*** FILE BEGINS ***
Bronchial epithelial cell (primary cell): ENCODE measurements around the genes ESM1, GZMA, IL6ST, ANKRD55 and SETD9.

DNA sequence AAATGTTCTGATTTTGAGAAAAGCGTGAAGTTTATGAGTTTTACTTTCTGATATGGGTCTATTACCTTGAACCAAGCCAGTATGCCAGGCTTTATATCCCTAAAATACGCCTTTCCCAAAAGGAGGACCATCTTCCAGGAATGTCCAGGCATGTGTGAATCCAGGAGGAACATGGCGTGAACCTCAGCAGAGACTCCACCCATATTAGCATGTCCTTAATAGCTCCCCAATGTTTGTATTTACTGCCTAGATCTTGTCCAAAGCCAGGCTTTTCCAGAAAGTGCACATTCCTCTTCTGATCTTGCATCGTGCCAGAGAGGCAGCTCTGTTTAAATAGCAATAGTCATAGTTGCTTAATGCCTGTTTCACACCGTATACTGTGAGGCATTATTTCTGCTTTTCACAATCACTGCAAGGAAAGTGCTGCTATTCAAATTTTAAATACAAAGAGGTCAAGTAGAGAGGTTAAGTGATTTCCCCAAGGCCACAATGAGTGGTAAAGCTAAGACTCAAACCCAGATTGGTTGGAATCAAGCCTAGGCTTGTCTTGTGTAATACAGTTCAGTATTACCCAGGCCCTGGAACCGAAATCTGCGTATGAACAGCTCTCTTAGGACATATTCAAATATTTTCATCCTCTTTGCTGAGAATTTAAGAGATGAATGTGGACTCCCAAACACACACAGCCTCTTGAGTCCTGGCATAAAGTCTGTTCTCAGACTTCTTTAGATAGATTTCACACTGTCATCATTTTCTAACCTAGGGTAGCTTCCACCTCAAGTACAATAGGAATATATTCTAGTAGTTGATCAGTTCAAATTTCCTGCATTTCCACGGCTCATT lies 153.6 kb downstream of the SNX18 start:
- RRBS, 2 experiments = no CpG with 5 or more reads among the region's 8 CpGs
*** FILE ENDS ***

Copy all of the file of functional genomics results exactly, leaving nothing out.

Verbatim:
Bronchial epithelial cell (primary cell): ENCODE measurements around the genes ESM1, GZMA, IL6ST, ANKRD55 and SETD9.

DNA sequence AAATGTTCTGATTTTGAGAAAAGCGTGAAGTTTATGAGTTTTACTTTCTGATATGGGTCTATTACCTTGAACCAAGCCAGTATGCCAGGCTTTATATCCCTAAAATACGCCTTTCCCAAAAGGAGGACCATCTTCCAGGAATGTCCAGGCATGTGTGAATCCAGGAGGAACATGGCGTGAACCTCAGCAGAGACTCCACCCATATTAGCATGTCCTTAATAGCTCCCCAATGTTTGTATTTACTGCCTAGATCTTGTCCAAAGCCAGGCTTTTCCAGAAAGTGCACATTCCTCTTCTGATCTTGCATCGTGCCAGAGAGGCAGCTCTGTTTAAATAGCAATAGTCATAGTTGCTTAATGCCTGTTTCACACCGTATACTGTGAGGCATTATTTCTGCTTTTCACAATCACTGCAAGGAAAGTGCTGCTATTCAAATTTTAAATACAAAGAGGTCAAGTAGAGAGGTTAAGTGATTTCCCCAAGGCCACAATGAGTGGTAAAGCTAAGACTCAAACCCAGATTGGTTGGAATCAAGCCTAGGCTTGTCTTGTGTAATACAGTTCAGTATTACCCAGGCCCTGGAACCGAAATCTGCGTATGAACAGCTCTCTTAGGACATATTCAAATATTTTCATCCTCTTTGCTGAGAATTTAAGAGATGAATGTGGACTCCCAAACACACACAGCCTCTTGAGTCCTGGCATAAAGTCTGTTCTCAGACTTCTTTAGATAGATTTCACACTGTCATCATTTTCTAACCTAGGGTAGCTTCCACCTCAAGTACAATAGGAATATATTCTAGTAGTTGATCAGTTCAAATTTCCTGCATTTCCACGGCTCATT lies 153.6 kb downstream of the SNX18 start:
- RRBS, 2 experiments = no CpG with 5 or more reads among the region's 8 CpGs